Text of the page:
Thursday, June 01, 2017

Chandra Deep Field South : Early Black Holes May Have Grown in Fits and Spurts

Chandra Deep Field South (CDF-S) 
Credit: X-ray: NASA/CXC/Univ. of Rome/E.Pezzulli et al. 
Illustration: NASA/CXC/M.Weiss
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New research using NASA's Chandra X-ray Observatory and the Sloan Digital Sky Survey (SDSS) suggests supermassive black holes in the early Universe underwent sporadic yet intense periods of growth in the first billion years after the Big Bang as described in our latest press release. Scientists determined this by comparing theoretical models to data from the Chandra Deep Field-South (CDF-S), the deepest X-ray image ever obtained, and other Chandra surveys. This central region of the CDF-S, where red, green, and blue represent low, medium, and high-energy X-rays.

When material is falling toward a black hole, it becomes heated, and produces large amounts of electromagnetic radiation, including copious X-ray emission. The artist's illustration in the inset depicts gas falling onto an actively growing black hole via a disk. X-rays from this disk can penetrate the cocoon of material surrounding the black hole. Rapidly growing black holes in the very early Universe should be detectable with Chandra. However, these growing supermassive black holes have proved to be elusive, with only a few, yet to be confirmed candidates found in long Chandra observations such as the CDF-S. 

To address this conundrum, a team of researchers examined different theoretical models and tested them against optical data from the SDSS and X-ray data from Chandra. Their findings indicate that black hole feeding during this era may turn on abruptly and last for short periods of time, which means this growth may be difficult to spot. 

The timing of such growth may be key. The authors' model suggests that 13 billion years ago, about one third of supermassive black holes may have been accreting enough matter to be detectable. Just 200 million years earlier — a veritable blip in cosmic time — the number of potentially detectable black holes is only about 3%. In order to test this idea further, the researchers suggest that surveys that look at larger swaths of the sky in X-rays are necessary.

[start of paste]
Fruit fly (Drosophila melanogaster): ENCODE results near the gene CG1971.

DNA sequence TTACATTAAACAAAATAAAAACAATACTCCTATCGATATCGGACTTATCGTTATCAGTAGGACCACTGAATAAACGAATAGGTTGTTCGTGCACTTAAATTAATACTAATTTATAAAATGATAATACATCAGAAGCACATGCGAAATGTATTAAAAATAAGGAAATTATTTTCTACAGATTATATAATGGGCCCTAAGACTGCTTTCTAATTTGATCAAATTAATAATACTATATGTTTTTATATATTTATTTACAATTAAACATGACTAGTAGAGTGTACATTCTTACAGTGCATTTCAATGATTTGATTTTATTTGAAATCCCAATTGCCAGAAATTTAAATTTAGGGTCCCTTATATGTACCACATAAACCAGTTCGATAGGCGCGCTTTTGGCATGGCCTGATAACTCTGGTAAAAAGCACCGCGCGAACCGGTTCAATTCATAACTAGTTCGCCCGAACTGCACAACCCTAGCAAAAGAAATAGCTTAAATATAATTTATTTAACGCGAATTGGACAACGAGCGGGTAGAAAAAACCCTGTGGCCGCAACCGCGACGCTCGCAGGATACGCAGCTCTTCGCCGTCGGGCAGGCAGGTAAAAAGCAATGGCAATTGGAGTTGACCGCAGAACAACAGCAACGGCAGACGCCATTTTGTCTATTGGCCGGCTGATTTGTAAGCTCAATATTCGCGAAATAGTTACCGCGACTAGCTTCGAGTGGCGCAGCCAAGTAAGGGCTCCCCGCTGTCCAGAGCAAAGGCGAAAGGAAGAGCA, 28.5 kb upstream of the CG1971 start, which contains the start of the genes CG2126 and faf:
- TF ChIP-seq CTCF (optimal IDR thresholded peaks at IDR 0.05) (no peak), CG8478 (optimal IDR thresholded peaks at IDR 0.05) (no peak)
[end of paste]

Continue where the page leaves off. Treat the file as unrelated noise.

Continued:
These results recently appeared in a paper in the April 2017 issue of the Monthly Notices of the Royal Astronomical Society and is available online. The all-female research team from Italy included Edwige Pezzulli (University of Rome), Rosa Valiante (INAF), Maria Orofino (Scuola Normale Superiore), Simona Gallerani (Scuola Normale Superiore), Tullia Sbarrato (Bicocca University), and Raffaella Schneider (Sapienza University). 

NASA's Marshall Space Flight Center in Huntsville, Alabama, manages the Chandra program for NASA's Science Mission Directorate in Washington. The Smithsonian Astrophysical Observatory in Cambridge, Massachusetts, controls Chandra's science and flight operations.

A Quick Look at Faint Active Nuclei in Chandra Deep Field South

Fast Facts for Chandra Deep Field South :

Scale: Image is 16 arcmin across.
Coordinates (J2000): RA 03h 32m 28s | Dec -27° 48' 30.00"
Constellation: Fornax
Observation Date: 102 pointings between 1999 and 2016
Observation Time: 1944 hours 27 min
Obs. ID: 1431, 441, 582, 1672, 2239, 2312, 2313, 2405, 2406, 2409, 8591-8597, 9575, 9578, 9593, 9596, 9718, 12043-12055, 12123, 12128, 12129, 12135, 12137, 12138, 12213, 12218-12220, 12222, 12223, 12227, 12230-12234, 16175-16191, 16450-16463, 16620, 16641, 16644, 17416, 17417, 17535, 17542, 17546, 17552, 17556, 17573, 17633, 17634, 17677, 18709, 18719, 18730
Instrument: ACIS
References: Luo, B. et al, 2016, ApJS (in press); arXiv:1611.03501; Vito, F. et al, 2016, MNRAS, 463, 348; arXiv:1608.02614
Color Code: X-ray (Red, Green, Blue)
Distance Estimate: About 11.9 to 12.9 billion light years